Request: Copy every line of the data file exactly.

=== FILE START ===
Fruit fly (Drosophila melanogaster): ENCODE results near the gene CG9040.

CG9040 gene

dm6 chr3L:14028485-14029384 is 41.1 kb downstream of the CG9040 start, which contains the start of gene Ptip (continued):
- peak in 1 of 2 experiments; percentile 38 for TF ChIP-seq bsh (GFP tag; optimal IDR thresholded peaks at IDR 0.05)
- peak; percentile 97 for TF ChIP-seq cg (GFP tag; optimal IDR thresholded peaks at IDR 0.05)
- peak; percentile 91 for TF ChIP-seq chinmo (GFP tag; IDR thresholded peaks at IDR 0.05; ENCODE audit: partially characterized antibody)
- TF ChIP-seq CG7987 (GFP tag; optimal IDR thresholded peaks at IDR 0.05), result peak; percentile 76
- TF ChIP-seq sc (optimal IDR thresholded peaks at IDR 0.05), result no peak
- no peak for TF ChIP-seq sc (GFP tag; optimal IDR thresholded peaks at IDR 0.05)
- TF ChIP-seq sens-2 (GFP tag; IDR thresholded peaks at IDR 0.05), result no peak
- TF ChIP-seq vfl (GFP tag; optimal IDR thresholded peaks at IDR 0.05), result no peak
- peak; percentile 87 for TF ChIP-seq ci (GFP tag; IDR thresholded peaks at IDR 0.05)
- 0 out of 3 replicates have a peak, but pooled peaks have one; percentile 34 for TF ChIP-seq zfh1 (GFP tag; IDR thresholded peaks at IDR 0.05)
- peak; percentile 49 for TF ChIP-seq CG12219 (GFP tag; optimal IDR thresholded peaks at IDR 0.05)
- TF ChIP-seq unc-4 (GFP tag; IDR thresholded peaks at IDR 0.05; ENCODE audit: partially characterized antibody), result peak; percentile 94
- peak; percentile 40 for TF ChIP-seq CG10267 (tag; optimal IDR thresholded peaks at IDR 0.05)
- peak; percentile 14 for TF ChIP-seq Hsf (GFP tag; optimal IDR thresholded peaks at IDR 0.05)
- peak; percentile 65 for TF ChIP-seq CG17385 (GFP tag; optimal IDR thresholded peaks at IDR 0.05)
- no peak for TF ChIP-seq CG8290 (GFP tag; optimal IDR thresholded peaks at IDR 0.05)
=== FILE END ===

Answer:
Fruit fly (Drosophila melanogaster): ENCODE results near the gene CG9040.

CG9040 gene

dm6 chr3L:14028485-14029384 is 41.1 kb downstream of the CG9040 start, which contains the start of gene Ptip (continued):
- peak in 1 of 2 experiments; percentile 38 for TF ChIP-seq bsh (GFP tag; optimal IDR thresholded peaks at IDR 0.05)
- peak; percentile 97 for TF ChIP-seq cg (GFP tag; optimal IDR thresholded peaks at IDR 0.05)
- peak; percentile 91 for TF ChIP-seq chinmo (GFP tag; IDR thresholded peaks at IDR 0.05; ENCODE audit: partially characterized antibody)
- TF ChIP-seq CG7987 (GFP tag; optimal IDR thresholded peaks at IDR 0.05), result peak; percentile 76
- TF ChIP-seq sc (optimal IDR thresholded peaks at IDR 0.05), result no peak
- no peak for TF ChIP-seq sc (GFP tag; optimal IDR thresholded peaks at IDR 0.05)
- TF ChIP-seq sens-2 (GFP tag; IDR thresholded peaks at IDR 0.05), result no peak
- TF ChIP-seq vfl (GFP tag; optimal IDR thresholded peaks at IDR 0.05), result no peak
- peak; percentile 87 for TF ChIP-seq ci (GFP tag; IDR thresholded peaks at IDR 0.05)
- 0 out of 3 replicates have a peak, but pooled peaks have one; percentile 34 for TF ChIP-seq zfh1 (GFP tag; IDR thresholded peaks at IDR 0.05)
- peak; percentile 49 for TF ChIP-seq CG12219 (GFP tag; optimal IDR thresholded peaks at IDR 0.05)
- TF ChIP-seq unc-4 (GFP tag; IDR thresholded peaks at IDR 0.05; ENCODE audit: partially characterized antibody), result peak; percentile 94
- peak; percentile 40 for TF ChIP-seq CG10267 (tag; optimal IDR thresholded peaks at IDR 0.05)
- peak; percentile 14 for TF ChIP-seq Hsf (GFP tag; optimal IDR thresholded peaks at IDR 0.05)
- peak; percentile 65 for TF ChIP-seq CG17385 (GFP tag; optimal IDR thresholded peaks at IDR 0.05)
- no peak for TF ChIP-seq CG8290 (GFP tag; optimal IDR thresholded peaks at IDR 0.05)